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Today's News

  • School Notes 3-20-19

    Apply now for local scholarships
    Lancaster County Future Teacher, Lancaster County Clemson Club, Crenco Marketing/Business Major and Alice K. Howey Memorial Scholarship applications have been released. All applications are due by 4 p.m. March 22. For application and details, visit www.lcpartnersforyouth.org/scholarships.
    LSWCD offers $750 college scholarships

  • Religious News 3-20-19

    Caregivers group meets
    Hospice Care of S.C. will hold a caregiver support group 10-11 a.m. March 20 (third Wednesday of each month) in the Belair United Methodist Church Family Life Center, 8095 Shelley Mullis Road, Indian Land. For details, call Cory Turner at (803) 577-4912.
    St. John’s UMC posts events
    St. John’s United Methodist Church, 160 Tom Hall St., Fort Mill, will hold the following events:
    • The Grief Support Group meets at 4:30 p.m. March 20 in the fellowship hall.

  • Coming Up 3-20-19

    Upcoming area blood drives
    American Red Cross

    • March 20, 2:30-7 p.m., St. Philip Neri Catholic Church, 292 Munn Road, Fort Mill
    • March 22, 11 a.m.-3:30 p.m., Lancaster County Natural Gas, 1010 Kershaw Camden Highway, Lancaster
    • March 23, 2-6:30 p.m., Islamic Center of South Charlotte, 1048 Gant Road, Indian Land
    For details, visit redcrossblood.org or call (800) 733-2767.
    Community Blood Center of the Carolinas

  • 6-lane U.S. 521 ahead

    It’s rush hour in Indian Land, and as dusk falls, headlights flick on, stretching hundreds of yards at major intersections.
    With more subdivisions announced every month, the gridlock will get progressively worse, says Lancaster County Councilman Brian Carnes, and it’s time we talked about the inevitable consequence.
    U.S. 521 must become six lanes.

  • Tracts scarce for mega-sports complex

    Plans for the “mega-sports complex” north of the Lancaster city limits have hit a hurdle that might be hard to leap – the escalating cost of land as the Panhandle building boom creeps southward.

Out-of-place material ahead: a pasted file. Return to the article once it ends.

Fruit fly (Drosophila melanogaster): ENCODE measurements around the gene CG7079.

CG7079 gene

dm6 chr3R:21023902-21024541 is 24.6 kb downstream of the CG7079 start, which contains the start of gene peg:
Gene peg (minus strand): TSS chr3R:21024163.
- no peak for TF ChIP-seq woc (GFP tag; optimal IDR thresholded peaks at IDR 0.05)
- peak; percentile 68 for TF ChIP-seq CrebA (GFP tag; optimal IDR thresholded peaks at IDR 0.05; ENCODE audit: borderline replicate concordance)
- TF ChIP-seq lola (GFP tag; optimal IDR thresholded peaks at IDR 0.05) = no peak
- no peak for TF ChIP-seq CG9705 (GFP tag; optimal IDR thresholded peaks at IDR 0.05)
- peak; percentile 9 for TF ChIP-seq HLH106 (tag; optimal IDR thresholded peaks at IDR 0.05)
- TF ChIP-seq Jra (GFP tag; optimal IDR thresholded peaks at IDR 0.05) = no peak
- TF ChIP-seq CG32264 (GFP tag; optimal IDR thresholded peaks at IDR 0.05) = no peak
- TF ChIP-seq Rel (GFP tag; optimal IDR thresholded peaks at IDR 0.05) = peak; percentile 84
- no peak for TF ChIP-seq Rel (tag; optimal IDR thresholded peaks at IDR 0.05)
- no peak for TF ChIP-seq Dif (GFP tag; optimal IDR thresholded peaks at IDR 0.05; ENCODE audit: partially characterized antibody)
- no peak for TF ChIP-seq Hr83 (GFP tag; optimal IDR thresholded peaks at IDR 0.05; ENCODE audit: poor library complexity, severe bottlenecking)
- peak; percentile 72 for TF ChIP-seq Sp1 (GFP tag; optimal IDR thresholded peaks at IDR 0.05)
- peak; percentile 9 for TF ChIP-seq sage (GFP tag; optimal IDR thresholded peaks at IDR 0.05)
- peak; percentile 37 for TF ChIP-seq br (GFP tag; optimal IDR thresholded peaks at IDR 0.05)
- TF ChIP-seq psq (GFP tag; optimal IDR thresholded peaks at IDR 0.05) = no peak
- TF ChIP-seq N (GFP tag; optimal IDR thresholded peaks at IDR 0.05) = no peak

So far, county leaders have not been able to find a suitable 100-plus-acre tract near the U.S. 521 corridor between Lancaster and Indian Land. That’s what they proposed for the centralized multi-purpose recreation facility, which would be funded by county hospitality taxes.

  • Another corporate headuarters targeting Indian Land

    The location of another corporate headquarters in the Panhandle will hinge on getting an 87-acre tract on Charlotte Highway rezoned from residential to general business.
    Nicknamed “Project Silver” by the Lancaster County Economic Development Department, the developer is interested in building a two-story, 150,000-square-foot office building on the tract, which is between Thousand Oaks Road and Windsor Trace townhomes.

  • Legion chief visits IL post

    While many veterans’ organizations around the country are facing declining membership and dwindling participation, American Legion Indian Land Post 250 is swelling its ranks.
    On March 4, the post was honored by a visit from National Commander Brett Reistad, in his mission to discover how successful posts increase and retain their membership.

  • Powwow culture

    USC Lancaster will celebrate the powwow culture of indigenous music, dance and drumming during its 14th annual Native American Studies Week from March 15-21.
    “While music and dance have always been a part of Native American culture, powwows, as we think of them today, are relatively new in Native culture, dating back not much more than a century,” said Dr. Stephen Criswell, USCL’s director of Native American studies.

  • SMH now Lancaster Medical Center

    It’s official. At 8:16 p.m. Feb. 28, the Medical University of South Carolina signed the closing documents to purchase Springs Memorial Hospital.
    The next morning, MUSC leaders welcomed hospital staff and elected officials in the lobby of the newly christened MUSC Lancaster Medical Center.
    Dr. Patrick Cawley, MUSC Health CEO, said the mission of the Charleston-based medical university is to improve the health of all South Carolinians.

  • IL students give up hearing for day

    A group of Indian Land High students gave up their hearing for one day last month, wearing noise-canceling hearing aids as part of a sign-language class offered at the school.
    The school’s sign-language teacher, Dennis Bivins, said he felt it was important for students to experience what people who are deaf go through every day.